Professor of Medicine

(919) 684-0045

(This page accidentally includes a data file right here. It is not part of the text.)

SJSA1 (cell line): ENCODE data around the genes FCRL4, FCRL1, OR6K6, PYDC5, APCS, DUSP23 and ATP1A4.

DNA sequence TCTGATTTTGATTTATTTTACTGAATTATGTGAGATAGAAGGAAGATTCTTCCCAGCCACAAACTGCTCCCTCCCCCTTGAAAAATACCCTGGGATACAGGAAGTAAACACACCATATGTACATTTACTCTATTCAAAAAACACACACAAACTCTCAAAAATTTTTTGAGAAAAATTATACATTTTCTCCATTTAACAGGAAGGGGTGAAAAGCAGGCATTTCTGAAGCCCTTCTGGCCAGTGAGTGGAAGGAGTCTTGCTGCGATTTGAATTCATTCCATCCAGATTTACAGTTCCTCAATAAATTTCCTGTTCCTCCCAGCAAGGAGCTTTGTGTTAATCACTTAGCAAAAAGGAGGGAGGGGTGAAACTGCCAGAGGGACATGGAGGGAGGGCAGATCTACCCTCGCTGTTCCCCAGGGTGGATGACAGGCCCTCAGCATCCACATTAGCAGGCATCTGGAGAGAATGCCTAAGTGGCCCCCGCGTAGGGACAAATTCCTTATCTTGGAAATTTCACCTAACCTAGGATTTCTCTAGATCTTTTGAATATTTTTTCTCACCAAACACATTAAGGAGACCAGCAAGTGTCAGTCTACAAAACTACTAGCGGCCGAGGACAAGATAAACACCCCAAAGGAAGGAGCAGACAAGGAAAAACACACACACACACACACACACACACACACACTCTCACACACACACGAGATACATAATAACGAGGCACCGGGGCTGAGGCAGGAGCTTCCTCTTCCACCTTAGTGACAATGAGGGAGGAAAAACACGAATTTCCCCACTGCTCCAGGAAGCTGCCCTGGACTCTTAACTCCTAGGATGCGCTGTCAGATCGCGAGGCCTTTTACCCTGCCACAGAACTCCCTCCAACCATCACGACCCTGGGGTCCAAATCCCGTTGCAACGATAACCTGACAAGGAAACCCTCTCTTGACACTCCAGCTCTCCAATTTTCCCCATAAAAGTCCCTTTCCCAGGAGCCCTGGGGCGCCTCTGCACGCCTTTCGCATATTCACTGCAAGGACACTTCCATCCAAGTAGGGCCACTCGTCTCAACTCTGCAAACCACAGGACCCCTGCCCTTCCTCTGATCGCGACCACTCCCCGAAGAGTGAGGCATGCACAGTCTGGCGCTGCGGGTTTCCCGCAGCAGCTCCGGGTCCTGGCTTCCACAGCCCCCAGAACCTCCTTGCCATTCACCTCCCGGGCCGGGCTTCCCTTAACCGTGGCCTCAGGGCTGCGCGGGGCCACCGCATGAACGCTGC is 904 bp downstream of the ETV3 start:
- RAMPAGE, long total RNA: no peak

<doc> <br/> The focus of my research is to understand the ways in which microorganisms sense and respond to changes in their environment. As microbial pathogens enter the infected host, dramatic genetic and phenotypic events occur that allow these organisms to survive in this harsh environment. We study the model fungal organism <i>Cryptococcus neoformans</i> to define signal transduction pathways associated with systemic fungal diseases. This pathogenic fungus causes lethal infections of the central nervous system in patients with AIDS and other immunological disorders. In addition to being an important pathogen, <i>C. neoformans</i> displays well-characterized and inducible virulence determinants. It is an outstanding system for dissecting the signaling pathways associated with pathogenicity. <br/> <br/> The main techniques used in the lab are those of molecular genetics. We are able to readily mutate <i>C. neoformans </i>genes by homologous recombination. Mutant strains with disruptions in targeted genes are then evaluated in vitro for various phenotypes including altered expression of polysaccharide capsule and melanin. The effects of gene disruption on pathogenicity are also evaluated in animal models of cryptococcal disease. Using these techniques, we have identified a novel G-alpha protein/cAMP-dependent signaling pathway associated with mating and pathogenicity. <br/> <br/> This research is complemented by the other investigators in the Duke University Mycology Research Unit. The members of this research community are pursuing studies in fungal pathogenesis, identifying novel antifungal drug targets, and studying the ecology of several medically important fungi. <br/> <br/>Keywords: Microbial Pathogenesis <br/> Cryptococcus neoformans <br/> Signal transduction <br/> Fungal mating <br/> G proteins</doc>